Now, I’m going to be honest with you (when am I not?) I am a bit skeptical going into this review. Why? I’ve never actually thought that RAM ran hot enough to actually require active cooling. Furthermore, at a price of around $20, it’s actually more expensive than the Thermaltake Spirit RS passive cooler I use in one of my machines.
SUPPLIED BY: Cool IT
PRODUCT: Cool IT RAM Fan
PROD LINK: Not Available
Price is at time of testing!
Today I’m having a look at Cool IT’s active memory cooler, simply named, the RAM Fan.
Above is a look at the back of the package. Let’s run down some of these bullet-points….
- Simply clips onto all standard DIMM’s: Because Cool IT’s product clips onto the RAM’s PCB and not the clips that secure the RAM into the DIMM slot, it’s more likely that the Cool IT RAM Fan will fit more RAM than some other products.
- Plugs into any available fan header: The Cool IT RAM Fan uses a three pin fan header instead of the four pin “Molex” a lot of active memory coolers have. Most high-end boards (I’m trusting that if you need a RAM Fan, you’re high-end) have plenty of fan headers, especially if you’re not using a lot of your fan headers because of a water loop. And if I didn’t have a three pin fan header available, I’d rather adapt a three pin to a four pin than the other way around. The fan connector does not have an RPM lead, though. Too bad.
- Eliminates the risk of RAM overheating: No doubt, as RAM runs faster, it gets hotter. Any way you can introduce additional cooling is going to help that RAM last longer than a mere heatspreader.
- Provides the ultimate in overclockability: Well… that’s sort of a bold statement. Naturally, cooler running RAM is going to overclock more easily, but can the Cool IT RAM Fan truly be the “ultimate?” There are water blocks for RAM on the market, so I’m going to say “no.”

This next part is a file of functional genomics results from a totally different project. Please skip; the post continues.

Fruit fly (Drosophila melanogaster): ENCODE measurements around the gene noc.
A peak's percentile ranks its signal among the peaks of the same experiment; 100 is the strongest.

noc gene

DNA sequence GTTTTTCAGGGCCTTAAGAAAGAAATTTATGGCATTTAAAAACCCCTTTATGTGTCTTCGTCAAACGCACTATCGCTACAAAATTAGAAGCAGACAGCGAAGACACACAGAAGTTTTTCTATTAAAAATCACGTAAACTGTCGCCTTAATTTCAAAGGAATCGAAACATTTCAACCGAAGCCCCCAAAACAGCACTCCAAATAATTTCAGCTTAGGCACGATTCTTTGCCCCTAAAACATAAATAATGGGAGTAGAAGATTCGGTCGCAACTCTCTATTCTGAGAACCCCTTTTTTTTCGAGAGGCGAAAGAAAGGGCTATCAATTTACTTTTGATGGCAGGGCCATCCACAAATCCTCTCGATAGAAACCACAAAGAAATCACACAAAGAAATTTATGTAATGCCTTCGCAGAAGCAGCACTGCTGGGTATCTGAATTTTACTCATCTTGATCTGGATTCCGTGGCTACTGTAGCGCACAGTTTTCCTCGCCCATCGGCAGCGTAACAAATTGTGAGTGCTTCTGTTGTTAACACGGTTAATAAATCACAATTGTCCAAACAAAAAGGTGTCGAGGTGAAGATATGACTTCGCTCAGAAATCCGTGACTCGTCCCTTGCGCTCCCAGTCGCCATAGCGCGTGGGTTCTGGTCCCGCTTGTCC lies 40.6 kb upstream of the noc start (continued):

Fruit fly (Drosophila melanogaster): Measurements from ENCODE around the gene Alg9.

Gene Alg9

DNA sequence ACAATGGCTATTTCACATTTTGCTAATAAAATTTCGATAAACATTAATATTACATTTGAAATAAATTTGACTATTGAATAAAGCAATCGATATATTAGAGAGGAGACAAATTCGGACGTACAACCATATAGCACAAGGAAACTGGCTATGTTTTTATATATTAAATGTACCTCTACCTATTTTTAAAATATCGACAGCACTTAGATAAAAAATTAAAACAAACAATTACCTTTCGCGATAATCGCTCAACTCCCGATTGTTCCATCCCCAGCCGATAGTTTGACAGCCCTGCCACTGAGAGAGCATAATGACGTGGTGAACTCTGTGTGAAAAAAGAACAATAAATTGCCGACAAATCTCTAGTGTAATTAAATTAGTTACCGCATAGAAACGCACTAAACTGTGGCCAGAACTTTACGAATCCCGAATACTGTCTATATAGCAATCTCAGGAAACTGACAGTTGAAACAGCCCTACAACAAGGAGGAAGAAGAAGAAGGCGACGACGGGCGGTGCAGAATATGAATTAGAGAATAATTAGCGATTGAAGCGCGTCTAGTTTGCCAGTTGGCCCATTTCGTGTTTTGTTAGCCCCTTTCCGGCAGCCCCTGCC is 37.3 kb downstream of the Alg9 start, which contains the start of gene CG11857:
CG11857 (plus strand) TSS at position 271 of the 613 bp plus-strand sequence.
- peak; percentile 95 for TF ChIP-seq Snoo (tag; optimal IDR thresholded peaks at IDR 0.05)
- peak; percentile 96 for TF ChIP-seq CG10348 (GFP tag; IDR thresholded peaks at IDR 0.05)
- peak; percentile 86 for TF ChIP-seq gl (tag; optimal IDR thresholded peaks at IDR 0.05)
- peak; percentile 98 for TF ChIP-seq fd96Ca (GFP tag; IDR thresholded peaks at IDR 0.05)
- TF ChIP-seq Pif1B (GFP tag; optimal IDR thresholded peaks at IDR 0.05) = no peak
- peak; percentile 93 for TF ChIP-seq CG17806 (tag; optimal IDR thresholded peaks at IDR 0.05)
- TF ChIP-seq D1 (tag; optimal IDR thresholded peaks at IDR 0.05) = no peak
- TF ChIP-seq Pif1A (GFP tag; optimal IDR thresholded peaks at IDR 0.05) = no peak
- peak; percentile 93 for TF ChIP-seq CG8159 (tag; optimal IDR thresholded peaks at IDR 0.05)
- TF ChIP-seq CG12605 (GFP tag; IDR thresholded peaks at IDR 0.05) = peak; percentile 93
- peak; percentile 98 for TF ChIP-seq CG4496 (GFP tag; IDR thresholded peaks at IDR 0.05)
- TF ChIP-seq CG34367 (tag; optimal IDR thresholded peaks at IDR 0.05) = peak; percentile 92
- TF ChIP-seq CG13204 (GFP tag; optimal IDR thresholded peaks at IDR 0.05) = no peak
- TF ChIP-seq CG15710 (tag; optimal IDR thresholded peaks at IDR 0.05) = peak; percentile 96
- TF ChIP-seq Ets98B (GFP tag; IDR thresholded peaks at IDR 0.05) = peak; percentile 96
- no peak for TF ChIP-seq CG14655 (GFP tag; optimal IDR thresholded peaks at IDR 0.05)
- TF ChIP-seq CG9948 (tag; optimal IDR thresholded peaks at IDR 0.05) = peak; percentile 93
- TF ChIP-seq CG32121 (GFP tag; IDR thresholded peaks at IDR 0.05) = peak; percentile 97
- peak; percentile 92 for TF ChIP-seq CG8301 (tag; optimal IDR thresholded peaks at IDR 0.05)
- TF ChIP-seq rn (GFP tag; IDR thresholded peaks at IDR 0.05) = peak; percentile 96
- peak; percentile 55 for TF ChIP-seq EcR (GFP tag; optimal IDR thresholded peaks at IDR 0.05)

Here’s the top of our RAM Fan. It’s made of aluminum, which really doesn’t help its cooling effectiveness because the aluminum doesn’t come into contact with any part of the RAM that would generate heat. The trademark Cool IT logo obstructs the 60MM fan on the top. Feel free to cut these off with your Dremel, if you wish. They serve no real purpose. The fan is supported on the edges of the aluminum shroud with an adhesive tape.
Above is a photo of the underside of the RAM Fan. It sort of looks like an upside-down Klingon Bird of Prey here, no? You can see how the fan connector is using only two wires and has no RPM lead.
Here’s a side view of the RAM Fan to show how the fan is actually sitting at an angle to the RAM. This angle is supposed to bring air in from the front and sort of push it back towards the CPU.
Now, I’m going to be honest with you (when am I not?) I am a bit skeptical going into this review. Why?
I’ve never actually thought that RAM ran hot enough to actually require active cooling. Furthermore, at a price of around $20, it’s actually more expensive than the Thermaltake Spirit RS passive cooler I use in one of my machines.
So why bother with the Cool IT RAM Fan? Well, first off the fan used on Cool IT’s product is a 60MM and not a 40MM, so I’m going to assume that it’s not going to be as loud as Thermaltake’s Cyclo or Corsair’s Dominator. Also, and of course this is completely subjective, I think the Cool IT RAM Fan looks a lot cooler (no pun intended) than the other units on the market.
Also, we have to take into account that passive memory cooling isn’t going to work for everyone. My Thermaltake Spirit RS works for me because I have a big Ultra X-Wind CPU cooler in that build and have the radiator of the Spirit RS leaning into the air flow of the X-Wind’s mammoth fan. But what about those who use water cooling? Typically, if you use water cooling, you have a minimum number of fans in your PC and those fans move little air. Why? Because there’s not as much hot air to exhaust from the system as a non-water cooled system. Most of your heat is carried away by water and is cooled at a remotely located radiator. But unless you have your memory hooked into your water loop, your memory isn’t running any cooler and in fact may be running hotter than before because of the reduced air flow inside the chassis.